As mayor pushes BRT for Metro, a look at Cleveland and Eugene may shed light on system

Monday, August 27, 2012 at 7:22pm
By William Williams and Craig Runyon
Bus art.JPG

The HealthLine, Cleveland's bus rapid transit system (Courtesy Greater Cleveland RTA)

In Ohio

Cleveland proves that bus rapid transit can work — giving Nashville a reason to take note.

By William Williams, wwilliams@nashvillecitypaper.com

It’s a recent Tuesday morning in downtown Cleveland. Business people are arriving to work, coffees in hand. Buses chug along. Pigeons are visible. The energy is palpable — a level somewhere between New York City and of Knoxville.

Both vintage buildings and contemporary structures cast shadows on the hustle and bustle at street level as a Tennessee visitor to Ohio’s most misunderstood — and occasionally maligned — city steps upon the boarding deck of the Public Square stop of the HealthLine, Cleveland’s bus rapid transit (BRT) system.

Within three minutes, a large yet sleek vehicle arrives — its look mimicking a 21st century light-rail car more than a conventional bus. The visitor boards, his maps in hand, ready to make the approximately 20-minute journey to the University Circle neighborhood. He will then return via the HealthLine to Public Square, his pleasant and surprisingly quick excursion (considering the nine-mile round-trip distance) undertaken not as a work commute or a simple trip from Point A to Point B, but as a chance to experience what Cleveland has accomplished with BRT. At the conclusion of his ride, he is impressed. He is envious. Cleveland has implemented an impressive bus rapid transit line.

Will Nashville do likewise?

It won’t be as easy for Music City as it has been for Cleveland, which lends itself to a bus culture. The HealthLine runs along a much more building- and people-dense corridor than Nashville’s proposed line (which would link Main Street, Broadway and West End Avenue). And many Clevelanders depend
on buses. Comparatively, the city, with an approximately 26 percent poverty rate, is home to far more carless folks than Nashville, with a poverty rate of about 17 percent.

Regardless, Nashville could learn from Cleveland, as the HealthLine has seen more than 10 million rider trips since it opened in October 2008. Given that most Americans are no more familiar with bus rapid transit than they are with, say, the life of the late Irish harpist Turlough O’Carolan, BRT’s success in transforming Euclid Avenue is noteworthy.

“No one grew up saying, ‘I wish I could take the bus to work,’ ” Joseph Calabrese, general manager of the Greater Cleveland Regional Transit Authority, said jokingly as he and this writer chatted. Nonetheless, Calabrese said, BRT has been largely embraced in Cleveland.

The roughly $200 million system likely has minimized private vehicle usage and clearly has spurred urban infill development. As of 2011, about $4.3 billion in such development had been completed since the HealthLine began operations, according to a report in Cleveland’s daily paper, The Plain Dealer. And of course BRT has been hugely helpful for those many Clevelanders without cars.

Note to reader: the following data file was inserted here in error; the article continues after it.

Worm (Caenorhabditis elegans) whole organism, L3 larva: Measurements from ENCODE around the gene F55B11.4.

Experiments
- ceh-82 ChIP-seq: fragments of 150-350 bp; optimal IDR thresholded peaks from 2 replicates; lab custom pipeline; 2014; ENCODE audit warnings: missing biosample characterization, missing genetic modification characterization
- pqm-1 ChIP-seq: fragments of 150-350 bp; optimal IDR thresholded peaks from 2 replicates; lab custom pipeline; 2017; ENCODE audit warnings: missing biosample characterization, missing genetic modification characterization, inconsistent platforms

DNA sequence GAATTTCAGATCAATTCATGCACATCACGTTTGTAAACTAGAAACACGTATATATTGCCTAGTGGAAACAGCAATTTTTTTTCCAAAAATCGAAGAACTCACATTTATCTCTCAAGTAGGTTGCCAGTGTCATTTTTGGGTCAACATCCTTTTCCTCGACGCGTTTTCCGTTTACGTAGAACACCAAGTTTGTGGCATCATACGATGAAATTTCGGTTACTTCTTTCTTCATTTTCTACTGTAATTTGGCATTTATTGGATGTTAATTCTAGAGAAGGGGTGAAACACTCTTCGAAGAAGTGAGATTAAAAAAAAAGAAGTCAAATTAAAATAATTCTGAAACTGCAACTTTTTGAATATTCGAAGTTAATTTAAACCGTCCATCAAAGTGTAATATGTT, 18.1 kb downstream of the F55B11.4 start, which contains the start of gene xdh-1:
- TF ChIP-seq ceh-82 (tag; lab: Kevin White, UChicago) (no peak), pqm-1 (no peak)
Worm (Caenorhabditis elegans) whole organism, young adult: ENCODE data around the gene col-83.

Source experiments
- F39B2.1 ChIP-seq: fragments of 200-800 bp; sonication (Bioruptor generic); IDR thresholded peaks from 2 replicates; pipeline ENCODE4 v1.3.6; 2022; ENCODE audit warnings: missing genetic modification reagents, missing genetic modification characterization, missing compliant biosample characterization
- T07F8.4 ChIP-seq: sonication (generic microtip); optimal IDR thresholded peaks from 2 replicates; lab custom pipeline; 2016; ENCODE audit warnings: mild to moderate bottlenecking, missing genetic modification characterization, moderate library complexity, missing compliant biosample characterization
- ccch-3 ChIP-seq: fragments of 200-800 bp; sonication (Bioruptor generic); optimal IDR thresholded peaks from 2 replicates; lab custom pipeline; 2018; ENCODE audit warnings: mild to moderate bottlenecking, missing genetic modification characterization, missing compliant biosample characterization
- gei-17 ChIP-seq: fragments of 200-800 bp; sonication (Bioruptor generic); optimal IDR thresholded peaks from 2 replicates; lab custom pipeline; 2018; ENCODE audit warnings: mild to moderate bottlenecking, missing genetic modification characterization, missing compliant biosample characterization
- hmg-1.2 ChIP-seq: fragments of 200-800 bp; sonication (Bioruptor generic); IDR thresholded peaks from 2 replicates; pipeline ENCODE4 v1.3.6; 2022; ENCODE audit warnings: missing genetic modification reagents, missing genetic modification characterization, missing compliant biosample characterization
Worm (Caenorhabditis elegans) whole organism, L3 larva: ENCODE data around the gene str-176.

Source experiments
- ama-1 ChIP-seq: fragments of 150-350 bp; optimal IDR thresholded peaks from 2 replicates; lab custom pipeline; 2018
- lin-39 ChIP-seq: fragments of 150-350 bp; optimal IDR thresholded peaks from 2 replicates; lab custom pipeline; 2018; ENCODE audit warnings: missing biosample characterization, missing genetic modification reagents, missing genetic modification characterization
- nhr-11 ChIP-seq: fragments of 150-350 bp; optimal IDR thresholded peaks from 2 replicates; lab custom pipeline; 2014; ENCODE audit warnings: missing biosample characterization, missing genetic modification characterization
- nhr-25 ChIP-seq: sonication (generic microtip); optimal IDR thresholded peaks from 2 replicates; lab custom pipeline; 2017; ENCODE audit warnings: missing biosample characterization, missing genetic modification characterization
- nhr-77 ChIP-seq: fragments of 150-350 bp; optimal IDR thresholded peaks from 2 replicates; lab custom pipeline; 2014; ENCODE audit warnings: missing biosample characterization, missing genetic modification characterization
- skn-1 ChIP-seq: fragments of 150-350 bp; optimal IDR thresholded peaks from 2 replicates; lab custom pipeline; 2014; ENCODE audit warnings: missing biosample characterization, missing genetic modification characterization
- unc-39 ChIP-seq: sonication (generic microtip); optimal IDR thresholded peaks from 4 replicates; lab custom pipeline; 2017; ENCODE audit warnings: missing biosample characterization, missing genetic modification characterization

Cleveland, like Nashville, considered adding a modern streetcar rail system instead of BRT. However, its $800 million price tag was daunting.

“If my attitude had been ‘rail or nothing,’ we would have had nothing,” Calabrese said.

Instead, the city known for its rock ’n’ roll history has a BRT line that officials nationwide are studying. Calabrese has entertained transit pros from, among others, Boston and Chicago. Smaller cities can benefit, too, as Eugene, Ore., is proving, he added.

Calabrese said he thinks BRT could be effective in Nashville. He has visited Music City numerous times — one of his sons once lived in Midtown — and said he has a basic feel for its urban core.

But a key in garnering support and ridership, he stressed, is public perception.

“The biggest hurdle is how you brand it,” Calabrese said. “We call BRT ‘better rapid transit,’ a rail system on wheels.”

Ari Maron has seen firsthand the positive impact the HealthLine has had on Euclid and its intersecting streets. His MRN Limited Partnership owns almost every building fronting East Fourth Street. BRT spurred Maron to reinvent the buildings with residential above retail.

“There was no housing that you see there now,” he said. “The first floors were filled with wig shops, which were fronts for drug dealers. East Fourth and Prospect was known for prostitution.

“It was not a place you would walk.”

Much less sit, people-watch and enjoy a cup of coffee.

Influenced by the HealthLine, MRN Limited Partnership has either under way or finished four projects (some of which involve multiple buildings) located on or near Euclid, with an estimated value of $300 million.

“What happens in University Circle is directly related to what happens in Midtown and in downtown,” Maron said. “When the HealthLine opened, people thought of Euclid Avenue as a connecting corridor for the first time.”

He noted that University Circle entities are adding about 1,000 jobs annually, and Case Western University, a neighborhood anchor, has accepted its largest freshman class in recent memory.